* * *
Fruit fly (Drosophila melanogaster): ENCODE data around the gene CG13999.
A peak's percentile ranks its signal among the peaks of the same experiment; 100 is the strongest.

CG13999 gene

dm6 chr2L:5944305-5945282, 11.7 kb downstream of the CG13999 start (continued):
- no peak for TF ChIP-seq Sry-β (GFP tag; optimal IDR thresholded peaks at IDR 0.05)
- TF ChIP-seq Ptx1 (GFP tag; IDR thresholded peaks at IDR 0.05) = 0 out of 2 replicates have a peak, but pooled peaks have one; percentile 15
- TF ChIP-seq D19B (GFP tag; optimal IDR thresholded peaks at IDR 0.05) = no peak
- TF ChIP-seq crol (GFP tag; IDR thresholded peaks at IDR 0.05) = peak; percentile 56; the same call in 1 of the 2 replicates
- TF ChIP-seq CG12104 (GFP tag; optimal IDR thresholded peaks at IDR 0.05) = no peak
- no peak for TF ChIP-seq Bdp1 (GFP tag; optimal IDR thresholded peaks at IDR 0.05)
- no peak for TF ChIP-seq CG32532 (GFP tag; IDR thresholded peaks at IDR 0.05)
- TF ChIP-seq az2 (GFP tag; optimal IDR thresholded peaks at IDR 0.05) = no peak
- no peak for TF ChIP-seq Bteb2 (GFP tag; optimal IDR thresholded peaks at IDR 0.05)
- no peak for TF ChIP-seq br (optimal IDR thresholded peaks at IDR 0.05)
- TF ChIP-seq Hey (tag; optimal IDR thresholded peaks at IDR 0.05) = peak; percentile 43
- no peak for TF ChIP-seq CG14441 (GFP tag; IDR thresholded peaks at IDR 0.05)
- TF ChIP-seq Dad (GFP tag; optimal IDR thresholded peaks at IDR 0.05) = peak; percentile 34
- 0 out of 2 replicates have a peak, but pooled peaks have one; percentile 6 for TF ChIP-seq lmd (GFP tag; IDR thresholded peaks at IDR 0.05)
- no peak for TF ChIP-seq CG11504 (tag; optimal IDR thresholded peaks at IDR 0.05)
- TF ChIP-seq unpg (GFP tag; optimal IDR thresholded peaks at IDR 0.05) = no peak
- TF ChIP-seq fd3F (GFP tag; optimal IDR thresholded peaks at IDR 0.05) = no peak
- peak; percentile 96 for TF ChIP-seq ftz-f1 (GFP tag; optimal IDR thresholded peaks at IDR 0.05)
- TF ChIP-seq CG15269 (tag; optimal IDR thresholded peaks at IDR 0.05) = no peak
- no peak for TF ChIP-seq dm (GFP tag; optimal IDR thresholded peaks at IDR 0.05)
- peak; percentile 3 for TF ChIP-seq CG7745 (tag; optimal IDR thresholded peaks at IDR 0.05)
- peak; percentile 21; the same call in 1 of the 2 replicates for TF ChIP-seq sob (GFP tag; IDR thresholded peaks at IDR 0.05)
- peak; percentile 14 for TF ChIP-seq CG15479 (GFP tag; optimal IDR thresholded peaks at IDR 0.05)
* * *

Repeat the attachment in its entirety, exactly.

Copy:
Fruit fly (Drosophila melanogaster): ENCODE data around the gene CG13999.
A peak's percentile ranks its signal among the peaks of the same experiment; 100 is the strongest.

CG13999 gene

dm6 chr2L:5944305-5945282, 11.7 kb downstream of the CG13999 start (continued):
- no peak for TF ChIP-seq Sry-β (GFP tag; optimal IDR thresholded peaks at IDR 0.05)
- TF ChIP-seq Ptx1 (GFP tag; IDR thresholded peaks at IDR 0.05) = 0 out of 2 replicates have a peak, but pooled peaks have one; percentile 15
- TF ChIP-seq D19B (GFP tag; optimal IDR thresholded peaks at IDR 0.05) = no peak
- TF ChIP-seq crol (GFP tag; IDR thresholded peaks at IDR 0.05) = peak; percentile 56; the same call in 1 of the 2 replicates
- TF ChIP-seq CG12104 (GFP tag; optimal IDR thresholded peaks at IDR 0.05) = no peak
- no peak for TF ChIP-seq Bdp1 (GFP tag; optimal IDR thresholded peaks at IDR 0.05)
- no peak for TF ChIP-seq CG32532 (GFP tag; IDR thresholded peaks at IDR 0.05)
- TF ChIP-seq az2 (GFP tag; optimal IDR thresholded peaks at IDR 0.05) = no peak
- no peak for TF ChIP-seq Bteb2 (GFP tag; optimal IDR thresholded peaks at IDR 0.05)
- no peak for TF ChIP-seq br (optimal IDR thresholded peaks at IDR 0.05)
- TF ChIP-seq Hey (tag; optimal IDR thresholded peaks at IDR 0.05) = peak; percentile 43
- no peak for TF ChIP-seq CG14441 (GFP tag; IDR thresholded peaks at IDR 0.05)
- TF ChIP-seq Dad (GFP tag; optimal IDR thresholded peaks at IDR 0.05) = peak; percentile 34
- 0 out of 2 replicates have a peak, but pooled peaks have one; percentile 6 for TF ChIP-seq lmd (GFP tag; IDR thresholded peaks at IDR 0.05)
- no peak for TF ChIP-seq CG11504 (tag; optimal IDR thresholded peaks at IDR 0.05)
- TF ChIP-seq unpg (GFP tag; optimal IDR thresholded peaks at IDR 0.05) = no peak
- TF ChIP-seq fd3F (GFP tag; optimal IDR thresholded peaks at IDR 0.05) = no peak
- peak; percentile 96 for TF ChIP-seq ftz-f1 (GFP tag; optimal IDR thresholded peaks at IDR 0.05)
- TF ChIP-seq CG15269 (tag; optimal IDR thresholded peaks at IDR 0.05) = no peak
- no peak for TF ChIP-seq dm (GFP tag; optimal IDR thresholded peaks at IDR 0.05)
- peak; percentile 3 for TF ChIP-seq CG7745 (tag; optimal IDR thresholded peaks at IDR 0.05)
- peak; percentile 21; the same call in 1 of the 2 replicates for TF ChIP-seq sob (GFP tag; IDR thresholded peaks at IDR 0.05)
- peak; percentile 14 for TF ChIP-seq CG15479 (GFP tag; optimal IDR thresholded peaks at IDR 0.05)